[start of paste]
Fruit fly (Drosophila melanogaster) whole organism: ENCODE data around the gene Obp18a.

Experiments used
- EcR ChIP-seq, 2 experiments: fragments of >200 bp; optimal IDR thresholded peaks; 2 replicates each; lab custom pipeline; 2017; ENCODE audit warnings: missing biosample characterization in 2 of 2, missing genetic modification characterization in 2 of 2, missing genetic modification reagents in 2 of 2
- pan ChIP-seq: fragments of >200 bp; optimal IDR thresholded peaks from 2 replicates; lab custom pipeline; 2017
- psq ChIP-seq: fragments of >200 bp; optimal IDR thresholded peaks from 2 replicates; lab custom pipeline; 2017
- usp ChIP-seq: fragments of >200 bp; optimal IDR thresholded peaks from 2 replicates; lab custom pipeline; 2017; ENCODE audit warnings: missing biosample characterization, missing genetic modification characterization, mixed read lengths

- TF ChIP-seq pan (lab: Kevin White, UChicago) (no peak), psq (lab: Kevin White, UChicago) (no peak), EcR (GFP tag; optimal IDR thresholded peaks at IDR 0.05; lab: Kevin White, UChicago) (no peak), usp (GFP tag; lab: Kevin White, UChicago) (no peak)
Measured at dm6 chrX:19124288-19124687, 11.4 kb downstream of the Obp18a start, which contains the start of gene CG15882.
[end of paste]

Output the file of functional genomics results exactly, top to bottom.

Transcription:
Fruit fly (Drosophila melanogaster) whole organism: ENCODE data around the gene Obp18a.

Experiments used
- EcR ChIP-seq, 2 experiments: fragments of >200 bp; optimal IDR thresholded peaks; 2 replicates each; lab custom pipeline; 2017; ENCODE audit warnings: missing biosample characterization in 2 of 2, missing genetic modification characterization in 2 of 2, missing genetic modification reagents in 2 of 2
- pan ChIP-seq: fragments of >200 bp; optimal IDR thresholded peaks from 2 replicates; lab custom pipeline; 2017
- psq ChIP-seq: fragments of >200 bp; optimal IDR thresholded peaks from 2 replicates; lab custom pipeline; 2017
- usp ChIP-seq: fragments of >200 bp; optimal IDR thresholded peaks from 2 replicates; lab custom pipeline; 2017; ENCODE audit warnings: missing biosample characterization, missing genetic modification characterization, mixed read lengths

- TF ChIP-seq pan (lab: Kevin White, UChicago) (no peak), psq (lab: Kevin White, UChicago) (no peak), EcR (GFP tag; optimal IDR thresholded peaks at IDR 0.05; lab: Kevin White, UChicago) (no peak), usp (GFP tag; lab: Kevin White, UChicago) (no peak)
Measured at dm6 chrX:19124288-19124687, 11.4 kb downstream of the Obp18a start, which contains the start of gene CG15882.